The Weapon Inside
Kathy Dailey’s body is a weapon against melanoma. Turning our immune system against tumor cells seems like an elegantly simple strategy to defeat cancer. After years of failure, immunotherapy is finally working wonders for some cancers, transforming death sentences into long-term remission. But it doesn’t work in most cancers — at least not yet.
The worst news of Kathy Dailey’s life came, fittingly enough, on Friday the 13th. That’s the day she learned that her melanoma — surgically removed two years before when it was at an early stage — had returned with a vengeance, metastasizing to her liver and lungs. Her oncologist recommended chemotherapy and said she had a year or two to live.
At 55, the Southern California resident was in a sweet spot in her life. She loved her job in media, was active and fit, had a passion for exercise, and often spent weekends taking long hikes with her boyfriend, Ron Ripperger.
Now, all she could think was, “I’m not going to live to be 60.” A few days later, she sought a second opinion at The Angeles Clinic & Research Institute (an affiliate of Cedars-Sinai). In the exam room, she told the nurse practitioner taking her blood pressure about her prognosis. To her surprise, the nurse scoffed.
“Oh, that’s so 2012,” she told Kathy, dismissing the bleak scenario with a wave of her hand, as if she were batting away a fly.
It was September 2013. And the nurse was right. There was hope, and it came in the form of a new, cutting-edge cancer treatment, one that Kathy had never even heard of: immunotherapy.
Wouldn’t it be great if your immune system could snuff out cancer as easily as it conquers the common cold? Scientists have been dreaming about that possibility for more than 100 years, but, today, the idea of harnessing the immune system to fight cancer is no longer a pipe dream. It’s real — and it’s big.
Patients have watched astounded as incurable cancers seemingly vanish into thin air. The most famous such patient: former President Jimmy Carter, whose advanced melanoma, an aggressive skin cancer, disappeared in 2015 after treatment with surgery, radiation, and immunotherapy. Most exciting of all, immunotherapy-induced remission can be long-lasting, sometimes extending to 10 years or more in patients who once faced death sentences.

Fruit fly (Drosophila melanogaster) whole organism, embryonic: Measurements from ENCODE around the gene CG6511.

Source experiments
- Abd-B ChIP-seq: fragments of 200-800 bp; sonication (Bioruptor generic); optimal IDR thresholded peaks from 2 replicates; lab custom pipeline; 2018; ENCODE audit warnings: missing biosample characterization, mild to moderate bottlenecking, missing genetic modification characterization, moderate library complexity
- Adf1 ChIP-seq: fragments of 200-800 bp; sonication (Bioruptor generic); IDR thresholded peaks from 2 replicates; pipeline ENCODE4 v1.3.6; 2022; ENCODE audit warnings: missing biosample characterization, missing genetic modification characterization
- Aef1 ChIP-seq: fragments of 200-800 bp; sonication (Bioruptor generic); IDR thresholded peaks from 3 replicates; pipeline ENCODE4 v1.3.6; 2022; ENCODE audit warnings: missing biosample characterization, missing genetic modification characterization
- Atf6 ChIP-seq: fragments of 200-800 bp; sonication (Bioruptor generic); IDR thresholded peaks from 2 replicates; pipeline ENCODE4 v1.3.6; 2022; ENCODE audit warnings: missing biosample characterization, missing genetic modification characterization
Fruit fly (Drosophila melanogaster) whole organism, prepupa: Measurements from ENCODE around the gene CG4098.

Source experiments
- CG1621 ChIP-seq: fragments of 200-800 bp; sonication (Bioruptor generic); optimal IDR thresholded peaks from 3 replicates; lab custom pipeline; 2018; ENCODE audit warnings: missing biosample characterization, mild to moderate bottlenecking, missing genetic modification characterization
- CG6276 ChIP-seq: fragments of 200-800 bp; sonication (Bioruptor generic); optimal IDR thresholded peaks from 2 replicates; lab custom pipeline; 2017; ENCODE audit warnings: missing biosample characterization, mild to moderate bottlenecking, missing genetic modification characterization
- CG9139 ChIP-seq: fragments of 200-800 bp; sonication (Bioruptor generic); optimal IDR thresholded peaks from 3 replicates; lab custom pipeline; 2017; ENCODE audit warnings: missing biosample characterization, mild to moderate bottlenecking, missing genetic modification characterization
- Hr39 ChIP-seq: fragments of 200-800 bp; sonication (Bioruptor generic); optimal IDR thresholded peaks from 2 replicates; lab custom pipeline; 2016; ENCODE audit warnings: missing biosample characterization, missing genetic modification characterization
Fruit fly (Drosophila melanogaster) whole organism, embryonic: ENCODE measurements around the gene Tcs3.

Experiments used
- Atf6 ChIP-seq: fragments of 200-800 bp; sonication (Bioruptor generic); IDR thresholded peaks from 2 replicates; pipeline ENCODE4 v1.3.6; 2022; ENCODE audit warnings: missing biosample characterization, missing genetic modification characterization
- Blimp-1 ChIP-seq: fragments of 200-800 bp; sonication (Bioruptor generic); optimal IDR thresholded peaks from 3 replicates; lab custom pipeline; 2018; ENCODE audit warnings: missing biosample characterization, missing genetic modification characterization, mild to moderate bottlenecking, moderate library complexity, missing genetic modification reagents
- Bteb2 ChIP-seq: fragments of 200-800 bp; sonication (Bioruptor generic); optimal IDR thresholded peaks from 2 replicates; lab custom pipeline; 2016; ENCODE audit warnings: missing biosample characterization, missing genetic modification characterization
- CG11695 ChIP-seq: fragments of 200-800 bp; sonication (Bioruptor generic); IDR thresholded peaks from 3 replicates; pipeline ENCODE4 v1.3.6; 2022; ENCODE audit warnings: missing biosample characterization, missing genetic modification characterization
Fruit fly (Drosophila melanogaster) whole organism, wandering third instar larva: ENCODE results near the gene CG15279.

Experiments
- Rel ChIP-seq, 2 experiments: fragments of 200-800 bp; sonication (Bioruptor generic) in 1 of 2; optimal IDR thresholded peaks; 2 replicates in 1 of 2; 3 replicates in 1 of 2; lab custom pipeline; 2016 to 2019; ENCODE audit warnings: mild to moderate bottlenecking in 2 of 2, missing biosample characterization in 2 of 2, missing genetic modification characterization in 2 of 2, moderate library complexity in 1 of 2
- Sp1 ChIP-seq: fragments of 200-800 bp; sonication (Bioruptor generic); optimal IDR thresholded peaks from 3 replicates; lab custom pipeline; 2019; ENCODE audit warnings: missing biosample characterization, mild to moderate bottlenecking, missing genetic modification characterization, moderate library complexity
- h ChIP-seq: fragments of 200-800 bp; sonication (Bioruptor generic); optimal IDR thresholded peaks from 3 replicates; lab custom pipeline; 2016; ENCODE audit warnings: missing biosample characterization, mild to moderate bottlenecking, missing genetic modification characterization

“For decades, the backbone of cancer treatment has been surgery, radiation, and chemotherapy. Then we moved to an era of targeted medicine,” explains Robert Figlin, MD, deputy director of the Cedars-Sinai Samuel Oschin Comprehensive Cancer Institute and the Steven Spielberg Family Chair in Hematology-Oncology. “Now, we are entering the era of immunotherapy.”
While today’s immunotherapy takes many forms, the most talked-about breakthrough is a class of drugs called checkpoint inhibitors. The drugs have made their biggest splash with melanoma but now are approved for such cancers as kidney, lung, bladder, and head and neck. They’re being studied in dozens more malignancies, and pharmaceutical companies have been filling their pipelines to capacity with new compounds. Clinical trials abound.
Could this be the long-hoped-for cure for cancer? Possibly — for some patients. But immunotherapy has a sobering side, too. First, revving up the immune system comes with the very real risk that it will go into overdrive, attacking healthy organs. Second — and perhaps most troublesome — immunotherapy doesn’t work for everyone.
Actually, it doesn’t work for most patients.
Now, scientists are on a mission to find out why, while also expanding immunotherapy to more patients and more cancers — without making it too toxic in the process. Along the way, they’re slowly cracking the code to one of cancer’s oldest and most closely guarded secrets: how it evades the one enemy that could easily destroy it.